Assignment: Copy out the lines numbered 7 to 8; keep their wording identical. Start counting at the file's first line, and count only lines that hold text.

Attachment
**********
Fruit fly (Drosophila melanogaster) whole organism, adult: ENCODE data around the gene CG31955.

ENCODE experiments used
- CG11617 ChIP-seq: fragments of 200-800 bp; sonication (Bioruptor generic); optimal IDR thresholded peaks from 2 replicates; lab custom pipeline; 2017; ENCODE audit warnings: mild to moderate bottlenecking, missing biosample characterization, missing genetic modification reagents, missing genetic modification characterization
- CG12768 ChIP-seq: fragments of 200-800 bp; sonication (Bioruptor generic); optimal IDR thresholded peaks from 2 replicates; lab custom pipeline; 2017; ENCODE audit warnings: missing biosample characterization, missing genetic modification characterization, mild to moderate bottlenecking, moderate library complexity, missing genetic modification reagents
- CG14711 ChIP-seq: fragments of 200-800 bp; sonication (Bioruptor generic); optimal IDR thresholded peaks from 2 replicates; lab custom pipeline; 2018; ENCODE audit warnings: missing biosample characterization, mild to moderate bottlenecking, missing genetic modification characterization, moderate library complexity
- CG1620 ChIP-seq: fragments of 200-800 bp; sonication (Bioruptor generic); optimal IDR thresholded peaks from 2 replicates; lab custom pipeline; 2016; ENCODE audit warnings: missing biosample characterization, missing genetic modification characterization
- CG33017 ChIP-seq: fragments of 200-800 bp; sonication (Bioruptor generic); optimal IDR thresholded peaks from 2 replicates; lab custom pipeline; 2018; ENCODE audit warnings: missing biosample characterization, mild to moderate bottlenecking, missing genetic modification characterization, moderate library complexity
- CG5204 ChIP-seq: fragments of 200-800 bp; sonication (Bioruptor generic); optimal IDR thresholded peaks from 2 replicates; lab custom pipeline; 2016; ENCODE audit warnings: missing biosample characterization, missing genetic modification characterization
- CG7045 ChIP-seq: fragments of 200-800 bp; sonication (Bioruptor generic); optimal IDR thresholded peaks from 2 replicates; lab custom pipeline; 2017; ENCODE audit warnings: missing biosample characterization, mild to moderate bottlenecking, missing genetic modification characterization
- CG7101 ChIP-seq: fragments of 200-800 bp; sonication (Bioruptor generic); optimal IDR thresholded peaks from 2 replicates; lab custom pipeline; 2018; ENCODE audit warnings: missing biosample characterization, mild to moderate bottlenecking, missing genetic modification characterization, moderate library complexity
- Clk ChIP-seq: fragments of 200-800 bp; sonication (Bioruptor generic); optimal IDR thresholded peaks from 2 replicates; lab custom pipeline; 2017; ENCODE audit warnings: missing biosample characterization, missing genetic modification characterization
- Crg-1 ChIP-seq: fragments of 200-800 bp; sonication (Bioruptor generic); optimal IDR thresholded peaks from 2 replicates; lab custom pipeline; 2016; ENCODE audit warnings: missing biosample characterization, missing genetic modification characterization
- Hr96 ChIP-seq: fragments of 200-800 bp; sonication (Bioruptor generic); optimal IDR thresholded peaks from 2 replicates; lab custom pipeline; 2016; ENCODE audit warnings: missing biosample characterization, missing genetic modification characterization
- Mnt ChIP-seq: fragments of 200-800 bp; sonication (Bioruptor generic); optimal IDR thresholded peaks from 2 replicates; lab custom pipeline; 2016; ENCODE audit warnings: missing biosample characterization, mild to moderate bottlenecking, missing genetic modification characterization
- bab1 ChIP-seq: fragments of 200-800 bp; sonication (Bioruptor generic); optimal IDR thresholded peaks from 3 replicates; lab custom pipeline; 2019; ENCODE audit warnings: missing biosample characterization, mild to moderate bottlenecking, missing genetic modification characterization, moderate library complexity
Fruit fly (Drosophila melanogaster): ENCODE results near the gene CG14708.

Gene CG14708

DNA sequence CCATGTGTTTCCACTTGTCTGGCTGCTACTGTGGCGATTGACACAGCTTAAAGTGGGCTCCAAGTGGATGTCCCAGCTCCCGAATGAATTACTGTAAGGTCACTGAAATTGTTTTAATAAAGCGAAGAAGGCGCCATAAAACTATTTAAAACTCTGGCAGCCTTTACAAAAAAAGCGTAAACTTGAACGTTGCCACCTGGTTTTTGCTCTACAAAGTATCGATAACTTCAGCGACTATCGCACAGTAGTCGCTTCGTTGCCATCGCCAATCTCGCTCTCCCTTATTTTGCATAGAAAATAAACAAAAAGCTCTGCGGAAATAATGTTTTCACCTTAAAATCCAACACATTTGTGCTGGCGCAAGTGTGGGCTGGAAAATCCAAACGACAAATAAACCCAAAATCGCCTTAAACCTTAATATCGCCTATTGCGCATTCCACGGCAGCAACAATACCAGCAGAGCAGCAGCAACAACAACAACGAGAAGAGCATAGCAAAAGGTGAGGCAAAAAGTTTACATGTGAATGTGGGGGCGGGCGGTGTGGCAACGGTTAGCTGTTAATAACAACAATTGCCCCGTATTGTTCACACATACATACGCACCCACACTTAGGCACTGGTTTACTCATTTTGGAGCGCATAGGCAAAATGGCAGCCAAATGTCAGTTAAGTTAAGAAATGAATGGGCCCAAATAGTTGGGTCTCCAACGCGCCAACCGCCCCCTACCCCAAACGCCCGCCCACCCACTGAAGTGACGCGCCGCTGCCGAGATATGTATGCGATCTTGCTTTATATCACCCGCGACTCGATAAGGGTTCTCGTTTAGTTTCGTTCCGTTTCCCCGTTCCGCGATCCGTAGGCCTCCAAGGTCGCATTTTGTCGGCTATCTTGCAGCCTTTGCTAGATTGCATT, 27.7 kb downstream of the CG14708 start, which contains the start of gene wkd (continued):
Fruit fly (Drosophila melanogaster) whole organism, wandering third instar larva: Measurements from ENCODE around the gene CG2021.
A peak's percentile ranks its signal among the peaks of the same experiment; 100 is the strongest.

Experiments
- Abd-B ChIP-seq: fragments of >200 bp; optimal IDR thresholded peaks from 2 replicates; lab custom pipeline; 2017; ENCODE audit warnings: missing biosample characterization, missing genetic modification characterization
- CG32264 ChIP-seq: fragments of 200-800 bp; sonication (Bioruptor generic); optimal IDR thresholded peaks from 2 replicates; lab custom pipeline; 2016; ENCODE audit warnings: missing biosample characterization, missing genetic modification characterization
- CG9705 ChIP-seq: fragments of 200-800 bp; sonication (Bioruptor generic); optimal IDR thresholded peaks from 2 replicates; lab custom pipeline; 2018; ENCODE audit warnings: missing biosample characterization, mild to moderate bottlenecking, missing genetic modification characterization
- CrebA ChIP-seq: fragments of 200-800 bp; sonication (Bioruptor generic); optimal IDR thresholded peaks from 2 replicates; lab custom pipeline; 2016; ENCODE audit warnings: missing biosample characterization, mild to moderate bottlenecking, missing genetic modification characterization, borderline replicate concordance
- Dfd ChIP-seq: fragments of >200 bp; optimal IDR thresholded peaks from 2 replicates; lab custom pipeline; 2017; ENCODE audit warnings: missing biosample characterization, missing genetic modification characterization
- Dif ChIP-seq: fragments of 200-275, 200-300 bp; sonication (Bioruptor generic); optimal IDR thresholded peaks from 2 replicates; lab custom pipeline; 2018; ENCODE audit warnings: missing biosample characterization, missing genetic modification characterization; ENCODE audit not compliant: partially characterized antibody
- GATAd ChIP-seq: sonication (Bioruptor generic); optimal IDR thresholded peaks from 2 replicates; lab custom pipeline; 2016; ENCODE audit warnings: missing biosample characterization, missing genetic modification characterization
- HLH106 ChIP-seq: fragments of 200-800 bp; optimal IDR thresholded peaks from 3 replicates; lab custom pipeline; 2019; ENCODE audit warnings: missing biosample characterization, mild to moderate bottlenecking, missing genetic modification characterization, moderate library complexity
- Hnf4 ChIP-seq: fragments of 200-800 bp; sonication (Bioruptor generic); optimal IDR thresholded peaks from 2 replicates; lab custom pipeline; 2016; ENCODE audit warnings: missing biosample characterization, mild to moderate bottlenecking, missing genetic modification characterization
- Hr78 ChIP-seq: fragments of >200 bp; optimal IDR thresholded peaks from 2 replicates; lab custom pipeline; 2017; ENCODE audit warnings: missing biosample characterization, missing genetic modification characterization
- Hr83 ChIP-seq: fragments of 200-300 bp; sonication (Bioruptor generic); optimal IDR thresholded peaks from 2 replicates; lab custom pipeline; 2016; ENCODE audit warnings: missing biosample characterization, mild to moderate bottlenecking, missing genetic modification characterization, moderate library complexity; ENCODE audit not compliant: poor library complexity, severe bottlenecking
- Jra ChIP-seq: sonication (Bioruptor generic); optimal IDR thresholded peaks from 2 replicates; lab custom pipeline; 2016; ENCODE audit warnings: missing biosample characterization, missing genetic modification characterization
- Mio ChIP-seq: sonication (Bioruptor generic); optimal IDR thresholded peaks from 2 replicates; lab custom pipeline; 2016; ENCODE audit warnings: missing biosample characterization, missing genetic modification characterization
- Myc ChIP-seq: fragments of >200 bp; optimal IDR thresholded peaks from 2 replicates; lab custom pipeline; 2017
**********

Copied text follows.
- CG33017 ChIP-seq: fragments of 200-800 bp; sonication (Bioruptor generic); optimal IDR thresholded peaks from 2 replicates; lab custom pipeline; 2018; ENCODE audit warnings: missing biosample characterization, mild to moderate bottlenecking, missing genetic modification characterization, moderate library complexity
- CG5204 ChIP-seq: fragments of 200-800 bp; sonication (Bioruptor generic); optimal IDR thresholded peaks from 2 replicates; lab custom pipeline; 2016; ENCODE audit warnings: missing biosample characterization, missing genetic modification characterization